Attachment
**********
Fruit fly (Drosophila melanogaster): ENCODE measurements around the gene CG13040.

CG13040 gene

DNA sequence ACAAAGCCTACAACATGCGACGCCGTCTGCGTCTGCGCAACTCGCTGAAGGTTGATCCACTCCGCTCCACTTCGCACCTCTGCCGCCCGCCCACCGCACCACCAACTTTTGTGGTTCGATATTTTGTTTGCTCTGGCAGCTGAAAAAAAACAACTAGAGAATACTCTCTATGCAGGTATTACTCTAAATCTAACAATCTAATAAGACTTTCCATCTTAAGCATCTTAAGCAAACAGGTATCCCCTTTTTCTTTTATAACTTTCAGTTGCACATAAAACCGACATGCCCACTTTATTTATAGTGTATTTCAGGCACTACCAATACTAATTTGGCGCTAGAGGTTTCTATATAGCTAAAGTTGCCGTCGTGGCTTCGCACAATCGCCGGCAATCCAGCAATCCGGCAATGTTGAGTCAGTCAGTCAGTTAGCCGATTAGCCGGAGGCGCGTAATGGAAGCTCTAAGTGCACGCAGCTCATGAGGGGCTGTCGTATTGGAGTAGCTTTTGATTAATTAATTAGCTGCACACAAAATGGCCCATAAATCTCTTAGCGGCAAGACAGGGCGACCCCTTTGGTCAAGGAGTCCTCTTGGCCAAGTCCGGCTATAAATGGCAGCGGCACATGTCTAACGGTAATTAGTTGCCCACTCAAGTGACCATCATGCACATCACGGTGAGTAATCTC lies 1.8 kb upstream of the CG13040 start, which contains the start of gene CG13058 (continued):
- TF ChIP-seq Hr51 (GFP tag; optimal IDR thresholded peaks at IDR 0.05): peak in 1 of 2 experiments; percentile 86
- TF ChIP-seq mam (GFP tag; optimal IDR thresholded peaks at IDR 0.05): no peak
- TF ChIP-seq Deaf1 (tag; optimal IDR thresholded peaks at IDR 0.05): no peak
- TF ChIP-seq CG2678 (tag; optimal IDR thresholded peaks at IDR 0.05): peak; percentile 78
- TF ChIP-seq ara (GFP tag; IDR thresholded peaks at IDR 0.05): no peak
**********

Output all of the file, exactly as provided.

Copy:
Fruit fly (Drosophila melanogaster): ENCODE measurements around the gene CG13040.

CG13040 gene

DNA sequence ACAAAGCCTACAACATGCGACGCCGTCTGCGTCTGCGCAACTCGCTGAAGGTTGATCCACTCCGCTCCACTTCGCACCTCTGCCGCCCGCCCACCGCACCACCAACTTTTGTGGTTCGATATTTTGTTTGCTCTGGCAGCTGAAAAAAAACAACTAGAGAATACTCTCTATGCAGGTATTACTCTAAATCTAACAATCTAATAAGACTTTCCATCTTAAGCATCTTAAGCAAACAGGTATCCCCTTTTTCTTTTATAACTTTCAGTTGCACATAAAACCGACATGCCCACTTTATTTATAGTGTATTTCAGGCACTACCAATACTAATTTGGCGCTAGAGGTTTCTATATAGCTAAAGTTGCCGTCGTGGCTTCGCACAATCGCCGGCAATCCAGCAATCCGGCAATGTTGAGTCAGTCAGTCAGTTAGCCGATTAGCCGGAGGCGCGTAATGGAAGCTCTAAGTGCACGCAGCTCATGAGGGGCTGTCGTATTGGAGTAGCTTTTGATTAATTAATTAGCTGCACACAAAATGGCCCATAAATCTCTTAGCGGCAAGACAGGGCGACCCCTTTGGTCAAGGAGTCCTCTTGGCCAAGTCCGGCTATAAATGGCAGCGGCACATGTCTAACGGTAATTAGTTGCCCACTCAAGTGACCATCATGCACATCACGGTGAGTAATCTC lies 1.8 kb upstream of the CG13040 start, which contains the start of gene CG13058 (continued):
- TF ChIP-seq Hr51 (GFP tag; optimal IDR thresholded peaks at IDR 0.05): peak in 1 of 2 experiments; percentile 86
- TF ChIP-seq mam (GFP tag; optimal IDR thresholded peaks at IDR 0.05): no peak
- TF ChIP-seq Deaf1 (tag; optimal IDR thresholded peaks at IDR 0.05): no peak
- TF ChIP-seq CG2678 (tag; optimal IDR thresholded peaks at IDR 0.05): peak; percentile 78
- TF ChIP-seq ara (GFP tag; IDR thresholded peaks at IDR 0.05): no peak